Dr. Jacqueline MacDonald Gibson, associate professor of environmental sciences and engineering at the UNC-Chapel Hill Gillings School of Global Public Health, has received a four-year grant from the National Science Foundation (NSF) to examine ways that public water infrastructure can be modified to better protect people during water-related natural and human-caused disasters.
The work is part of a $2 million, multi-institutional NSF project, Water and Health Infrastructure Resilience and Learning (WHIRL), led by Wayne State University, in Detroit, Mich.
The WHIRL project will study interactions between drinking water and public health systems, building on lessons learned during the continuing Flint, Mich., water crisis and during hurricanes and other national disasters.
Dr. MacDonald Gibson and colleagues will collaborate with American Indian Mothers Inc., a not-for-profit organization in Robeson County, N.C., serving the educational, health, social service, agriculture and cultural needs of American Indians living in North Carolina.
The research team intends to use Robeson County as a case study to determine ways to help water systems safeguard public health during disasters and other unforeseen system disruptions. Team members also will use machine learning methods to develop a prototype early-warning system that can alert water utility and public health officials about illnesses or other adverse health outcomes, such as an unexpected increase in lead poisoning in children, and about water system deficiencies that may be affecting public health.
“I am pleased,” Dr. MacDonald Gibson said, “to be part of a team that can leverage routinely collected public health and water system data to design early-warning systems that can help water utilities and health officials prevent disasters, such as the one in Flint. We want to be better prepared to recover from hurricanes and other natural disasters.”
Dr. MacDonald Gibson noted that centralized municipal water treatment and distribution systems arose from the field of public health in the late 19th century in an effort to combat infectious diseases.
“Over the course of the 20th century, however, these two systems diverged,” she said. “The central objective of the new WHIRL project is to develop the science to spark reintegration of these systems to adapt to modern water and health challenges.”
Ms. Beverly Collins-Hall, program director for American Indian Mothers Inc., said she was delighted to be part of the research team.
“This project gives us the opportunity to prevent water disasters in Robeson County, such as those that occurred after the recent hurricanes and from the spills of GenX,” Ms. Collins-Hall said. “American Indian Mothers is looking forward to helping the research team with on-the-ground data collection and with outreach to Robeson County residents who are concerned about their drinking water.”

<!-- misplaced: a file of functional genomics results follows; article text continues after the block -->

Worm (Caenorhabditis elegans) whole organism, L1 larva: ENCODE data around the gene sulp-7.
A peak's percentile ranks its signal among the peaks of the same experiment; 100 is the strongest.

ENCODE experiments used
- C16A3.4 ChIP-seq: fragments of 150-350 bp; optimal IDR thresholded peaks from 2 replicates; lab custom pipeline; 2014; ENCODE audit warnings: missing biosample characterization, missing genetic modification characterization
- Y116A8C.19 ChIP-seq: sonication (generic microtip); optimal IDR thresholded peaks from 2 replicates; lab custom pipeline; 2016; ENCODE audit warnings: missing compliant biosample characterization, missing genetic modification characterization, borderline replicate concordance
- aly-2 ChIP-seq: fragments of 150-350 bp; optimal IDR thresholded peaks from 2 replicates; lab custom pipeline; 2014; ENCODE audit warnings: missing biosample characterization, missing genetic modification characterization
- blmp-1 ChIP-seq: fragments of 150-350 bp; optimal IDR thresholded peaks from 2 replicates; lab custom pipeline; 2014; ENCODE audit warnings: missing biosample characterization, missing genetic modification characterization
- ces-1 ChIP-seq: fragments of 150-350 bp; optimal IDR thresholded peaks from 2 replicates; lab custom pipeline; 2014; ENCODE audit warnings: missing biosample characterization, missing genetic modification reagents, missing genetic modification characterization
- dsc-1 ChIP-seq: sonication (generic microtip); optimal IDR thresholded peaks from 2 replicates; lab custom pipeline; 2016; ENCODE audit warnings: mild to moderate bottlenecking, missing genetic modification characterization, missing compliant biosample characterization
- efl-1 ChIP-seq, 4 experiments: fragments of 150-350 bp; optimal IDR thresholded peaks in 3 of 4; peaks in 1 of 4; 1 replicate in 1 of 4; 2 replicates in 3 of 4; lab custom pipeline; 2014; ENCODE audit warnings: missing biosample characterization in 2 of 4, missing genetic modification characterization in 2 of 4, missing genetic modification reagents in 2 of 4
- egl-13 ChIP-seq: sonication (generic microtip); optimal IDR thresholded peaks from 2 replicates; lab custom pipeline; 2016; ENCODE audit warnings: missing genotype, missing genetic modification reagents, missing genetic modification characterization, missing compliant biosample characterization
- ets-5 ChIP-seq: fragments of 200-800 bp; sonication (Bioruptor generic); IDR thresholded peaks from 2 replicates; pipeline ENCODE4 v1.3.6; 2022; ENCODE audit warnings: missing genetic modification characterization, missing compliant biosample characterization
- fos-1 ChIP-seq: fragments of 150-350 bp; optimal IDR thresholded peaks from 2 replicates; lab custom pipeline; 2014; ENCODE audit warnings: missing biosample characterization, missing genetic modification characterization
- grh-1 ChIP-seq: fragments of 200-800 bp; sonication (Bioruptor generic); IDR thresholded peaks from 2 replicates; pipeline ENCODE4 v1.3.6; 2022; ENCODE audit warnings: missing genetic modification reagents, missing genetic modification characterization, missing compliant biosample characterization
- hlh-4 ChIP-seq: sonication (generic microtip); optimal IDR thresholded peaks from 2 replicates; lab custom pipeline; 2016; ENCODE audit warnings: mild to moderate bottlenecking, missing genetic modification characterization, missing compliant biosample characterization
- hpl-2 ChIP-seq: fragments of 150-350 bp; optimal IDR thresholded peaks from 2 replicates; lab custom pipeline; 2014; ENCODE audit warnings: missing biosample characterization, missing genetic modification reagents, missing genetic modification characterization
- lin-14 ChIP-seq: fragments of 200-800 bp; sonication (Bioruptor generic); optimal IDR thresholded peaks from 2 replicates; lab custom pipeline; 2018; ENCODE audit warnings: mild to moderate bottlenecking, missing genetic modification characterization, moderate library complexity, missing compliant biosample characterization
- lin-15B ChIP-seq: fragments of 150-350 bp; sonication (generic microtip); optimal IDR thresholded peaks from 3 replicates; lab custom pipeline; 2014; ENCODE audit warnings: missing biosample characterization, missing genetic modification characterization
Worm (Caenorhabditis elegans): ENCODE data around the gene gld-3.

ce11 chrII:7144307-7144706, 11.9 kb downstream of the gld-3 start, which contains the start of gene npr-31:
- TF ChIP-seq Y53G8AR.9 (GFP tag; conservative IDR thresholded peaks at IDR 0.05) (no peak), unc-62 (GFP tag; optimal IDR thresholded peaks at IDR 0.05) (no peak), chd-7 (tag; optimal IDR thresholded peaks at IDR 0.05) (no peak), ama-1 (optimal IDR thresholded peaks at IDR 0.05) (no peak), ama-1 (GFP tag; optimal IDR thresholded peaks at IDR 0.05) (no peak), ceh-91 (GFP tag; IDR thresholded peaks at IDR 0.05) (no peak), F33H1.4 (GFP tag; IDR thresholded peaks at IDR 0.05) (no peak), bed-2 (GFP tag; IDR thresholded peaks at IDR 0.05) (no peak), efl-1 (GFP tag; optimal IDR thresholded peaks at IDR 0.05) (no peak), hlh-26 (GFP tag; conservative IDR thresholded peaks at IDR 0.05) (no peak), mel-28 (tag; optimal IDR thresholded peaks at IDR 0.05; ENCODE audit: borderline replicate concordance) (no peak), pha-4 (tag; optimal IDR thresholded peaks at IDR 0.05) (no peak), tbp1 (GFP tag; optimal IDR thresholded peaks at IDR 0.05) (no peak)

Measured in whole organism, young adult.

Dr. Matthew Seeger, professor of communications and dean of the College of Fine, Performing and Communication Arts at Wayne State University, noted that the multidisciplinary team allows the ability to study the water systems from multiple perspectives.
“We learned the value of this in Flint, where changes in water quality impacted more than just the water distribution system,” Dr. Seeger said. “Our team includes political scientists, sociologists, disaster researchers, epidemiologists and water engineers, giving us many tools for examining the complexities of water and health systems.”
Dr. Seeger heads the Detroit-based project, along with Dr. Shawn McElmurry, associate professor of civil and environmental engineering at Wayne State.
Study data will include interviews with managers of water utilities and public health agencies. The research team also will administer a national survey to understand how well water and public health infrastructures can adapt to future challenges. Information gained from project partners and the national survey will be used to identify factors and develop models to enhance resilience of the two systems.
The project’s overall goal is to promote access to cleaner, safer drinking water for all communities, including the socially and economically disadvantaged. Collaborations with the Water Research Foundation (WRF), National Association of County and City Health Officials (NACCHO), American Indian Mothers Inc. and others, will assist in conducting the study and translating research results to new practices and policies that reduce the burden of disease in vulnerable populations.
The project also will provide training in science, technology, engineering and mathematics (STEM) for students, including underrepresented minorities.
[Photo: Dr. Jacqueline MacDonald Gibson]